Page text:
increasing the profitability of the double break rotation in the mrz or wa wheatbelt through the incorporation of an early sown high-value pulse
Plant establishment numbers were strong across the site
Weed control was adequate across the site
There were significant differences in crop maturity and biomass between treatments.
Demonstrate that growing canola (with effective weed control options) followed by a high-value legume (with higher economic value) can lead to an effective and profitable double break crop sequence. The contribution of an early sowing date versus a traditional sowing date to increase the profitability of these crops will also be evaluated.
Determine the economic value of growing canola followed by a high-value legume and the impact of this rotation on the grain yield and profitability of a cereal crop in the first year following the double break crop sequence.
While break crops have traditionally been used as a single crop in rotation, the use of two break crops in a sequence has been shown to greatly increase cereal crop production and profitability, particularly as shifts in disease presence and increases in herbicide resistance in weeds has reduced the effectiveness of a single break crop.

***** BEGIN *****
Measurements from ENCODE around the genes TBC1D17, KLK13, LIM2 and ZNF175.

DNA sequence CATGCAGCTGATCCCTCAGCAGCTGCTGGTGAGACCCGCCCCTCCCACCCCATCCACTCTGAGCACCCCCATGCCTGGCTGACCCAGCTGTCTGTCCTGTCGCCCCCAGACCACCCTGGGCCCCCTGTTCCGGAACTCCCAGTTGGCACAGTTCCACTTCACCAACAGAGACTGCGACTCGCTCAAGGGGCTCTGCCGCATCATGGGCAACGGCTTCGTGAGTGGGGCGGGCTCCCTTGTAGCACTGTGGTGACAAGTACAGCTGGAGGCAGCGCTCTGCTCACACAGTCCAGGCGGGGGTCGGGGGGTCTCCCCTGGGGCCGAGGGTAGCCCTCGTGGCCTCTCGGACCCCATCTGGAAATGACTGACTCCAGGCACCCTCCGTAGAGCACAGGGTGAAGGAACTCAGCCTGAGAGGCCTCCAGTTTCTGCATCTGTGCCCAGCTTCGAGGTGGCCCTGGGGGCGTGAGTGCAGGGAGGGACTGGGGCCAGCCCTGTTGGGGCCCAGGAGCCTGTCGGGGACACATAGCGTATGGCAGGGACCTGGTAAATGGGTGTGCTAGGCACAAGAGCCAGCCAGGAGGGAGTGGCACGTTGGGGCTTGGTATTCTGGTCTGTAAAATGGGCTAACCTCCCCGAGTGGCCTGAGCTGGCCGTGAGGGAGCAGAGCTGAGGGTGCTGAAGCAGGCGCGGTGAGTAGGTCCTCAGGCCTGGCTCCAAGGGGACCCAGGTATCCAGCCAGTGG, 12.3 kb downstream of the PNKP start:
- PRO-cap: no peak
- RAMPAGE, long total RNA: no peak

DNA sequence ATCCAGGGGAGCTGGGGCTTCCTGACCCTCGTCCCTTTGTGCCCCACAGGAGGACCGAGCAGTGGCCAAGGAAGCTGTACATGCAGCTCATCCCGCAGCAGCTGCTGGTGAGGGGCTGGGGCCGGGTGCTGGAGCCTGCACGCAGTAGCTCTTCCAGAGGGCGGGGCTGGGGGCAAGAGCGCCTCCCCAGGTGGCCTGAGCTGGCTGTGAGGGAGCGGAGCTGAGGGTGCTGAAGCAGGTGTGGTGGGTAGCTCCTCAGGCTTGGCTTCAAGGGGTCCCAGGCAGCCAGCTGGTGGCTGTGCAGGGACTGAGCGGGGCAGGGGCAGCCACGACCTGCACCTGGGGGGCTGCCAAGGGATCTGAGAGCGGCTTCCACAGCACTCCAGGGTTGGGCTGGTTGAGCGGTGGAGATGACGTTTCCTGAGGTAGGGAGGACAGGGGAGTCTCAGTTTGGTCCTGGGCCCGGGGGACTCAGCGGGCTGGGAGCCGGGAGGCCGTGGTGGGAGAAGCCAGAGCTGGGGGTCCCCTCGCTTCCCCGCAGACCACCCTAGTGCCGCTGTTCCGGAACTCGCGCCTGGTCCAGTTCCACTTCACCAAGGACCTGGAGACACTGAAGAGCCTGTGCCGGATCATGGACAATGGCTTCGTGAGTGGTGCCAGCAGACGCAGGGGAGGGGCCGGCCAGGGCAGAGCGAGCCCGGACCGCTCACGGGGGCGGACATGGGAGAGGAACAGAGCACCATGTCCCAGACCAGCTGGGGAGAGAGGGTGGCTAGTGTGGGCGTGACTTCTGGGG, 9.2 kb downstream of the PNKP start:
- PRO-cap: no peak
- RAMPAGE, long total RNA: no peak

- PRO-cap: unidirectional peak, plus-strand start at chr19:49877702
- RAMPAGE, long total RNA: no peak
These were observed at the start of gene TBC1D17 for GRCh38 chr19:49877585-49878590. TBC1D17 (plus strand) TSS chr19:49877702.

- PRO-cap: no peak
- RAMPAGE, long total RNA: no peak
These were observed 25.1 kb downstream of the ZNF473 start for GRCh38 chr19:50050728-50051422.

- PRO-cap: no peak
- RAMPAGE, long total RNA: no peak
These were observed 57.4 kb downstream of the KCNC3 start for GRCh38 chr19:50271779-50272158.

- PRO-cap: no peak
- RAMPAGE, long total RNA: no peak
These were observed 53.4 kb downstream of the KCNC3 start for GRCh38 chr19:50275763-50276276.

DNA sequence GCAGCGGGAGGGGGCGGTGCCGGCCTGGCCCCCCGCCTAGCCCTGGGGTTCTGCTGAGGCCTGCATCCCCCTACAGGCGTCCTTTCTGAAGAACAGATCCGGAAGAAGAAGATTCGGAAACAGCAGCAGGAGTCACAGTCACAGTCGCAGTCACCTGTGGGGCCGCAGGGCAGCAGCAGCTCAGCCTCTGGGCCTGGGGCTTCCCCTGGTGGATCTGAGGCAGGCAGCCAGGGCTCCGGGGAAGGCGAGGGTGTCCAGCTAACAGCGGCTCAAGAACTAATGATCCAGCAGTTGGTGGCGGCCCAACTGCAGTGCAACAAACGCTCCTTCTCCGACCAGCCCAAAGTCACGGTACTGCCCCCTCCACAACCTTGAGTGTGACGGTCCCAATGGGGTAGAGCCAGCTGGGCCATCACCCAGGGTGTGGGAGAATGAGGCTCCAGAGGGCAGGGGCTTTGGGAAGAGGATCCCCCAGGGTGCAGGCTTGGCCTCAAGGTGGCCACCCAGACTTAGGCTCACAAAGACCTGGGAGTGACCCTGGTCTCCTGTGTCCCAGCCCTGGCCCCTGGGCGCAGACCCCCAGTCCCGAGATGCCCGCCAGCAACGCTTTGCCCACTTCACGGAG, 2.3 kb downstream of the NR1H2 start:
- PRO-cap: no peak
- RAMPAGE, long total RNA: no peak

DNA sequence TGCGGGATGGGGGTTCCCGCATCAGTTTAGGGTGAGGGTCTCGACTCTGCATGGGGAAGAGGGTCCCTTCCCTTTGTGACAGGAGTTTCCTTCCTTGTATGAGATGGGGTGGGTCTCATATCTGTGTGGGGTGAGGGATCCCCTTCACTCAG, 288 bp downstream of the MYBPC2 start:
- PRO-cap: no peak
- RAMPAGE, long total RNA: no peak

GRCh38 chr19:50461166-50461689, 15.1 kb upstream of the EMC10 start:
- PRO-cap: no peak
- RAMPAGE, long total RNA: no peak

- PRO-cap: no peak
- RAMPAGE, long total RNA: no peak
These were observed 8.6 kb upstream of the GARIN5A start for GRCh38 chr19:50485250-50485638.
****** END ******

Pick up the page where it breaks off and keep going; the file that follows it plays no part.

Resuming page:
The most desired traits of a break crop are to be highly effective in controlling weeds and disease while also being highly profitable. Current highly effective break crop options of canola and lupin are rated as moderate to low profitability (respectively) by growers, while pasture phases or fallow period generally result in a low or negative Gross Margin. The integration of high-value legumes such as chickpea or lentils have been successful in medium to low rainfall environments of Eastern Australia to improve crop rotation profitability while maintaining effective weed control.
Recent studies in WA found that profitable grain yields of both chickpea and lentils are achievable in the medium rainfall zone (MRZ) of the WA Wheatbelt. The impact of earlier sowing of these pulses has also been demonstrated to significantly increase the profitability of these high-value legumes. The downside of high-value legumes is that potentially these break crop options have less developed (and therefore less effective) weed management packages for the WA environment.
This project is run by the West Midlands Group, funded by GRDC and implemented by Matt Hyde with grower scale equipment on his property. Thanks to all parties for their contributions and support throughout the trial process.
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Name: Judith Storer
Phone: 08 9661 1907